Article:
In a monoidal category $(C,\otimes)$ one can consider internal monoids and bimodules over these monoids (provided some additional requirements like existence of coequalizers hold). These monoids together with bimodules as 1-morphisms and bimodule morphisms as 2-morphisms should constitute a bicategory $\mathsf{Bimod}$.

Does anyone know a reference for this result? The only thing I could find so far is this page on nLab, but there is no proof given.

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    $\begingroup$ This work by Haugseng: arxiv.org/abs/1412.8459 might be relevant for you $\endgroup$
    – Adam Gal
    Aug 6, 2018 at 14:07
  • $\begingroup$ Specifically, Section 2 of Haugseng does what you're looking for in the further generality where $C$ is an $(\infty,1)$-category, using Segal spaces as the formalism for $(\infty,1)$-categories and $(\infty,2)$-categories. Since you just want the discrete setting and can use the easier notion of bicategory, it should be easier. But I don't know of the top of my head somewhere that really does the details. I thought it might be in Müger or Yamagami, but both of them just seem to treat this as obvious. It really should just be a tedious check, is there a specific step that tripped you up? $\endgroup$ Aug 6, 2018 at 15:00
  • $\begingroup$ Thanks for the help so far! I agree that this proof should a "simple" check of a long list of small statements. Nevertheless, when I came to defining the associativity natural isomorphism I really lost the overview, which made me wondering if there is conceptually clearer way to show all of this. And besides that I wanted to know if this has been done, or if it is just folklore (quite convincing, but nevertheles...). $\endgroup$ Aug 6, 2018 at 15:41
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    $\begingroup$ It probably is not the earlier reference, but all is proved carefully in this work of Joyal and Gambino (chapter 4), if I recall correctly. Also I remembered doing this myself in the context of pseudo double categories once and it was not that long, so it might worth integrating the proofs you want directly into your work if you don't find precise references. $\endgroup$ Aug 11, 2018 at 7:53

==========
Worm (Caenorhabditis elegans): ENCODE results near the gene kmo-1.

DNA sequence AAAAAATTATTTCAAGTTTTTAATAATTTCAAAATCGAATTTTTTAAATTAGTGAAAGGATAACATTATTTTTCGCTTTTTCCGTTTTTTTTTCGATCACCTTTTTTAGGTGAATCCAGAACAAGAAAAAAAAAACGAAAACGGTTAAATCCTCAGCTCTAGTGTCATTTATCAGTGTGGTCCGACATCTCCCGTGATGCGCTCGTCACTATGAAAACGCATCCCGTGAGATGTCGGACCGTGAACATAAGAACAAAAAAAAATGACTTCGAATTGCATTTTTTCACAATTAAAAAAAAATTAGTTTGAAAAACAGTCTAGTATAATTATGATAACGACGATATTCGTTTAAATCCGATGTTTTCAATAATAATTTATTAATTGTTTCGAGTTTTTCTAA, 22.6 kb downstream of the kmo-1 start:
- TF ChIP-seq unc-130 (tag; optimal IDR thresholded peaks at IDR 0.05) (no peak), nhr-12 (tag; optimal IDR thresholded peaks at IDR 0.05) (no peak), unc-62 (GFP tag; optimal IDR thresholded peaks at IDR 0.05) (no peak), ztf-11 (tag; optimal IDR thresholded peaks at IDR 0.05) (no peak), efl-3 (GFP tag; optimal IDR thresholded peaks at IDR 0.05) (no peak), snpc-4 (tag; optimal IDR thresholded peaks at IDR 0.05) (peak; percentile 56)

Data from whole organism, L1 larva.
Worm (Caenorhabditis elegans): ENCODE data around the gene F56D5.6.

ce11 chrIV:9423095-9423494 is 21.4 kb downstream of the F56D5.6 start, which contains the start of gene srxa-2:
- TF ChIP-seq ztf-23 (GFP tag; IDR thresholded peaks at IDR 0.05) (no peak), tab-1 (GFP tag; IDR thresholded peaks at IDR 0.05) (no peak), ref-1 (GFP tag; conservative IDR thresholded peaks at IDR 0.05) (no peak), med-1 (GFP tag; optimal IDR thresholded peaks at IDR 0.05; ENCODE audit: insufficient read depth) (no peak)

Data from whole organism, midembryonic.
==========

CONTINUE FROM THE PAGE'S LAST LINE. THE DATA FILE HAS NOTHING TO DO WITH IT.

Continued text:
1 Answer 1


This example of a bicategory (in the case of monoids in Ab, i.e. rings) appears already in Benabou's original Introduction to bicategories (example 2.5), although he does not provide the detailed proof you seem to be looking for.

In searching the 2-categorical literature, you may want to look for constructions of the larger bicategory of profunctors (a.k.a. distributors or bimodules) whose objects are enriched categories, the bicategory of monoids and bimodules being its full sub-bicategory on the one-object categories. I believe the earliest references for this include Benabou's Les Distributeurs and Lawvere's Metric spaces, generalized logic, and closed categories, though on a quick glance I do not see a detailed proof in either of them either.

For actually checking axioms of this sort, it is often convenient to exhibit the operations as having a universal property. In the case of bicategories, or more generally pseudo double categories (the bicategory Bimod enlarges to a pseudo double category whose additional morphisms are monoid homomorphisms), such a universal property can be expressed in terms of virtual double categories (a.k.a. fc-multicategories). A construction of the virtual double category of monoids and bimodules can be found in section 5.3 of Leinster's Higher operads, higher categories, though he doesn't give a detailed proof of the conditions under which it is a pseudo double category. A sketch of the latter --- but, again, with details left to the reader --- can be found in Appendix A of Cruttwell-Shulman, A unified framework for generalized multicategories.

  • $\begingroup$ Unfortunately for the OP, Les Distributeurs is not generally available (although I have a pdf I can send if Bénabou is not forthcoming). $\endgroup$
    – David Roberts
    Aug 6, 2018 at 22:28

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